expression, he generally retains the power to fix the limits of the publicity, which
shall be given them.72
This concept of agency in the right to privacy provides interesting advice for social media
use; while a vast majority of things we post online are public, we have the right to choose what we
post online. There is a chance that something you say to another person, but choose not to post
online, will end up publicly available anyway, but should you choose not to express it at all, you
can be sure it will never end up anywhere adverse. However, this is not true for children. Children’s
self-control develops with age, and decisions about how or whether to express certain emotions
develop along with that.73 Unfortunately, children are not the ones posting online and parents do
not seem to have a very astute filter as to what they should post about their children’s expressions
online. The funnier or more outrageous the expression of a child, the more likely a parent is to post
it on the Internet.74 This effectively deprives children of retaining privacy of expression until they
reach an age where they can exercise their judgment as to what they should post online and what
they will not.
B. The Conflicting Rights of Children and Parents
A key value in children’s rights is the best interest of the child. As early as 1877, the phrase
was codified in statute: 1877 Revised Codes of the Territory of Dakota referred to “what appears
to be for the best interest of the child.”75 The notion made its first appearance in case law four
years later in an 1881 case decided by the Supreme Court of Kansas, which held that “the
paramount consideration is, what will promote the welfare of the child?”76 While the phrase has
rightfully been criticized for its ambiguity, it has stood the test of time as “an expression of the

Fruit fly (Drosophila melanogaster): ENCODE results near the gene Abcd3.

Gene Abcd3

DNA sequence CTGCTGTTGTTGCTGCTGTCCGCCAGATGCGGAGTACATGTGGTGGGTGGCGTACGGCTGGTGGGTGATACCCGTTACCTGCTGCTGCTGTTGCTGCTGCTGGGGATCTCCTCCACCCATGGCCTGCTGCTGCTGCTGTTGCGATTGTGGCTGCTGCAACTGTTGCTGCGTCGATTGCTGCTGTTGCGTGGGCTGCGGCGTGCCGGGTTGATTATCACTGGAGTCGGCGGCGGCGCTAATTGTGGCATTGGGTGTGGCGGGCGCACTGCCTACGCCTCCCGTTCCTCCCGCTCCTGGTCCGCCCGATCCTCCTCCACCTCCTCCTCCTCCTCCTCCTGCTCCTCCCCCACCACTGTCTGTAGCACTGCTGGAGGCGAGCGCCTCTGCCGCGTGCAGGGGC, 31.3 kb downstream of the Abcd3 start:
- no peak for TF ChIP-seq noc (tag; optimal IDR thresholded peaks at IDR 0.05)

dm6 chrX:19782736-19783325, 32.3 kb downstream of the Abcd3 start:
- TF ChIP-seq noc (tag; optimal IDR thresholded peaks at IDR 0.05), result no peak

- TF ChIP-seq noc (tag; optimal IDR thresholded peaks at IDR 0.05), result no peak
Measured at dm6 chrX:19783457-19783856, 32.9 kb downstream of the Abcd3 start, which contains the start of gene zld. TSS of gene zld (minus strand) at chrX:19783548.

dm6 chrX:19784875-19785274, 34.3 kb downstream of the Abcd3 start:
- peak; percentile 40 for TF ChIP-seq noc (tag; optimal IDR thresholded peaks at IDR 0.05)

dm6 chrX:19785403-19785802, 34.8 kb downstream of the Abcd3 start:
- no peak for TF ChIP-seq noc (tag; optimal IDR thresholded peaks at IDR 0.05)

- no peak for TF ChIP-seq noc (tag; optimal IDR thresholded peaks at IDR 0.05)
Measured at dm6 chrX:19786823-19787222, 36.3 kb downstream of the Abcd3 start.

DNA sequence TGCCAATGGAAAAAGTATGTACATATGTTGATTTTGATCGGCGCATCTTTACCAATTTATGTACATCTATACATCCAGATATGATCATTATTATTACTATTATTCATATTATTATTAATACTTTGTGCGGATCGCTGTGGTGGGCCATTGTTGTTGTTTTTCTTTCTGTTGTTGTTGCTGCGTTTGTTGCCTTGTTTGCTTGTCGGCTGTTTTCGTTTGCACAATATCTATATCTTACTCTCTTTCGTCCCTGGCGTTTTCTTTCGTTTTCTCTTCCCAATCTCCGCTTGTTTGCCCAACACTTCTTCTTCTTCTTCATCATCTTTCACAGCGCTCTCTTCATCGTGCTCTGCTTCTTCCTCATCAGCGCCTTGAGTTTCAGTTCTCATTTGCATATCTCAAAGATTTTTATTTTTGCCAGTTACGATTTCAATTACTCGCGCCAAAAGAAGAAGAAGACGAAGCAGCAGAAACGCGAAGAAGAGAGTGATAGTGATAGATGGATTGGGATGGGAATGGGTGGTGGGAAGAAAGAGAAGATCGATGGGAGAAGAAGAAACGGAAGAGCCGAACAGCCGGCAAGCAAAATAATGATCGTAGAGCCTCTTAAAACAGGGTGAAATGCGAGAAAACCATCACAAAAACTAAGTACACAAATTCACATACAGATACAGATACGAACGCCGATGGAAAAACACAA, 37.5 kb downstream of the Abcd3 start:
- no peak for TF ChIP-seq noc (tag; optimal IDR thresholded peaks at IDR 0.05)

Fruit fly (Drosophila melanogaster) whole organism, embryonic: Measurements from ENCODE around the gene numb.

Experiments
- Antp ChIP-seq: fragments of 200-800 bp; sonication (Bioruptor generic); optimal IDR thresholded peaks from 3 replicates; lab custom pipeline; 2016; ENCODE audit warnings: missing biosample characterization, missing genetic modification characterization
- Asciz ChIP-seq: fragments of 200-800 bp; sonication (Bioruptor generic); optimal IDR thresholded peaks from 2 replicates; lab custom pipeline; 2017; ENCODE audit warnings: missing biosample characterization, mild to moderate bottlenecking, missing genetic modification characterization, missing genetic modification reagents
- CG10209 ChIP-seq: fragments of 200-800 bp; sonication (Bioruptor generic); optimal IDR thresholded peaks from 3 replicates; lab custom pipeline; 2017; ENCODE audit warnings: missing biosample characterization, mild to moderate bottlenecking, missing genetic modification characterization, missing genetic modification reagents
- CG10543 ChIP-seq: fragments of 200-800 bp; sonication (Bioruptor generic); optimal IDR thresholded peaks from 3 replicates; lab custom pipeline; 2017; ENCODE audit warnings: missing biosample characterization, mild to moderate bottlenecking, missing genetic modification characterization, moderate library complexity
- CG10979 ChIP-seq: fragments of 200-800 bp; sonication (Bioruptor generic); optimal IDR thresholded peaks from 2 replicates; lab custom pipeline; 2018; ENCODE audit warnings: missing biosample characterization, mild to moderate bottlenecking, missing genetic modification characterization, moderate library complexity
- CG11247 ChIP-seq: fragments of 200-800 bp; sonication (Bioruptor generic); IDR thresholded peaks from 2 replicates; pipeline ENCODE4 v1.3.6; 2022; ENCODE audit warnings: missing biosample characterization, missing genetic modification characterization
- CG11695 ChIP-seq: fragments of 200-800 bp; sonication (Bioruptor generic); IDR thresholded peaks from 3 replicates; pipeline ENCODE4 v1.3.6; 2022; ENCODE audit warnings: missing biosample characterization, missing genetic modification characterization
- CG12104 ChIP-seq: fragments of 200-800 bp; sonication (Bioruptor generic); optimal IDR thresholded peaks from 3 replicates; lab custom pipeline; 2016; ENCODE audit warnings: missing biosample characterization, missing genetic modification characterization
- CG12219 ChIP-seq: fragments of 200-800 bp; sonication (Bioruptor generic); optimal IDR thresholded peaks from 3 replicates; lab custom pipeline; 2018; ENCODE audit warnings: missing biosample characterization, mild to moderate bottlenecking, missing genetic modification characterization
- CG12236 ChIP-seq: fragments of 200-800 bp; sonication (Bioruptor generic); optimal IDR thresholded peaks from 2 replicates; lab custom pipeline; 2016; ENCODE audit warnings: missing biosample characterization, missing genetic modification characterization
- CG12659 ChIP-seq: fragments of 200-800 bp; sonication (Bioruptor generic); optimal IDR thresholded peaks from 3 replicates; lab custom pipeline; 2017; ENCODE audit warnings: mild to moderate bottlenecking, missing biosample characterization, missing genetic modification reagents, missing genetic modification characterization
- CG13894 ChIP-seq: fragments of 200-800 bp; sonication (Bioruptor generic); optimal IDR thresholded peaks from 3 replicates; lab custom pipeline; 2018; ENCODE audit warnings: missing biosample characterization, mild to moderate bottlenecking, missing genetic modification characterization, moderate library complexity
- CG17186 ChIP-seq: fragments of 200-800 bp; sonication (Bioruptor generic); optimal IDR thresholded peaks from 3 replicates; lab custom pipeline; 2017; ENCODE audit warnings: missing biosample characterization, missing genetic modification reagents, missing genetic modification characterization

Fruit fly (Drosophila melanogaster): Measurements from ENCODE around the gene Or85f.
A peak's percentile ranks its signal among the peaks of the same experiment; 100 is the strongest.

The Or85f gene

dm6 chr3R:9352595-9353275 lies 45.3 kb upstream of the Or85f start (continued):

need to keep the interest and perspective of the child foremost in the minds of adult decision
makers.”77 There has long been a tradition in American law that presumes that the best interest of
the child is ultimately served by parental autonomy in child rearing.78 I challenge that assumption
in this Section with regards to parental discretion online.
Children possess recognized Constitutional rights. In In re Gault in 1967, the U.S. Supreme
Court recognized that minors are legal individuals, entitled to the protection of those rights.79
Again, in Tinker v. Des Moines Independent Community School District, the Court held that
students “are possessed of fundamental rights.”80 In both cases, parents asserted their children’s
72 Warren & Brandeis, supra note 1, at 198 n.2 (“It is certain every man has a right to keep his own sentiments, if he
pleases. He has certainly a right to judge whether he will make them public, or commit them only to the sight of his
73 Sudi Kate Gliebe, The Development of Self-Control in Young Children, LUTHERAN EDUCATION JOURNAL (July 14,
(“[R]esearchers have observed that self-control increases with age . . . .”).
74 See, e.g., REASONS MY SON IS CRYING, supra note 29.
75 CYNTHIA PRINCE COHEN & HOWARD A. DAVIDSON, CHILDREN’S RIGHTS IN AMERICA: U.N. CONVENTION ON THE
RIGHTS OF THE CHILD COMPARED WITH UNITED STATES LAW 4, 5 (1990) [hereinafter COHEN & DAVIDSON].
76 Chapsky v. Wood, 26 Kan. 650, 654 (1881).
79 In re Gault, 387 U.S. 1, 12 (1967) (finding juveniles, like adults, are entitled to notice, counsel, and privilege
against self incrimination).